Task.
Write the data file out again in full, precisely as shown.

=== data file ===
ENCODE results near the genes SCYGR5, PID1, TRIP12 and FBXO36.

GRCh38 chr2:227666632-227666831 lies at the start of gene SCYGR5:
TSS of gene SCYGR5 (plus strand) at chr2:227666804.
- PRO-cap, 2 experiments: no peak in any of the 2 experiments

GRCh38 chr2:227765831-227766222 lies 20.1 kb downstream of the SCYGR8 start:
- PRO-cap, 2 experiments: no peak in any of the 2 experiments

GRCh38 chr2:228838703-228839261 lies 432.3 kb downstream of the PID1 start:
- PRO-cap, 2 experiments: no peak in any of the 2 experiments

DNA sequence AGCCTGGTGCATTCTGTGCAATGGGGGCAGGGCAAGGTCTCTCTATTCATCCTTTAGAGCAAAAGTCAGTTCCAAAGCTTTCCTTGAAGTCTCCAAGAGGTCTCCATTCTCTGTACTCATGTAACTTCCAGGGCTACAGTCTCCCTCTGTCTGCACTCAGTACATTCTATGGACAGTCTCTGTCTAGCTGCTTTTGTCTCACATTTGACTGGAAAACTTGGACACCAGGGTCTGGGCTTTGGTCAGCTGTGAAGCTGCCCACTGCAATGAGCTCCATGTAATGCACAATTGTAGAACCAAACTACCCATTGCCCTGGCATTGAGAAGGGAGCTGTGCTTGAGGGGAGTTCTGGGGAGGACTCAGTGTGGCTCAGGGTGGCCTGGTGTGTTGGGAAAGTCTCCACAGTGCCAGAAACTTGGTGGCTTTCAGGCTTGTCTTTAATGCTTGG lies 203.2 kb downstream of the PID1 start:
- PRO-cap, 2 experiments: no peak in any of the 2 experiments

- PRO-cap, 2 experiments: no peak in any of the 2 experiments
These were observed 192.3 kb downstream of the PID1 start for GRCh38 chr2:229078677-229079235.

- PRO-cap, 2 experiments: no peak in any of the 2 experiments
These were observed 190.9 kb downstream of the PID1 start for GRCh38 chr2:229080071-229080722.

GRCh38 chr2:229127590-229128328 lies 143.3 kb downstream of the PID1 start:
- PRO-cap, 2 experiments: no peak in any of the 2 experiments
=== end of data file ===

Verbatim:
ENCODE results near the genes SCYGR5, PID1, TRIP12 and FBXO36.

GRCh38 chr2:227666632-227666831 lies at the start of gene SCYGR5:
TSS of gene SCYGR5 (plus strand) at chr2:227666804.
- PRO-cap, 2 experiments: no peak in any of the 2 experiments

GRCh38 chr2:227765831-227766222 lies 20.1 kb downstream of the SCYGR8 start:
- PRO-cap, 2 experiments: no peak in any of the 2 experiments

GRCh38 chr2:228838703-228839261 lies 432.3 kb downstream of the PID1 start:
- PRO-cap, 2 experiments: no peak in any of the 2 experiments

DNA sequence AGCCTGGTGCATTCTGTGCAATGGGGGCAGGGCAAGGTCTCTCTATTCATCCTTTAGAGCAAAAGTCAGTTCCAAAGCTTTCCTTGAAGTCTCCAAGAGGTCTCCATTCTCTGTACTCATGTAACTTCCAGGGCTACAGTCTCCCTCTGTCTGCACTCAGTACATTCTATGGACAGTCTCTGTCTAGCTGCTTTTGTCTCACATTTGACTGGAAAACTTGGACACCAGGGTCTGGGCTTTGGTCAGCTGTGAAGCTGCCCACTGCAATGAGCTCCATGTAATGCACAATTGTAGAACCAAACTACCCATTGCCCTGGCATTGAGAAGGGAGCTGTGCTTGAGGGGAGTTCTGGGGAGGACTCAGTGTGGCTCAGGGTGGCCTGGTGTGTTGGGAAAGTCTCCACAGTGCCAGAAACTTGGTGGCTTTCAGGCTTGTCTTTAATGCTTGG lies 203.2 kb downstream of the PID1 start:
- PRO-cap, 2 experiments: no peak in any of the 2 experiments

- PRO-cap, 2 experiments: no peak in any of the 2 experiments
These were observed 192.3 kb downstream of the PID1 start for GRCh38 chr2:229078677-229079235.

- PRO-cap, 2 experiments: no peak in any of the 2 experiments
These were observed 190.9 kb downstream of the PID1 start for GRCh38 chr2:229080071-229080722.

GRCh38 chr2:229127590-229128328 lies 143.3 kb downstream of the PID1 start:
- PRO-cap, 2 experiments: no peak in any of the 2 experiments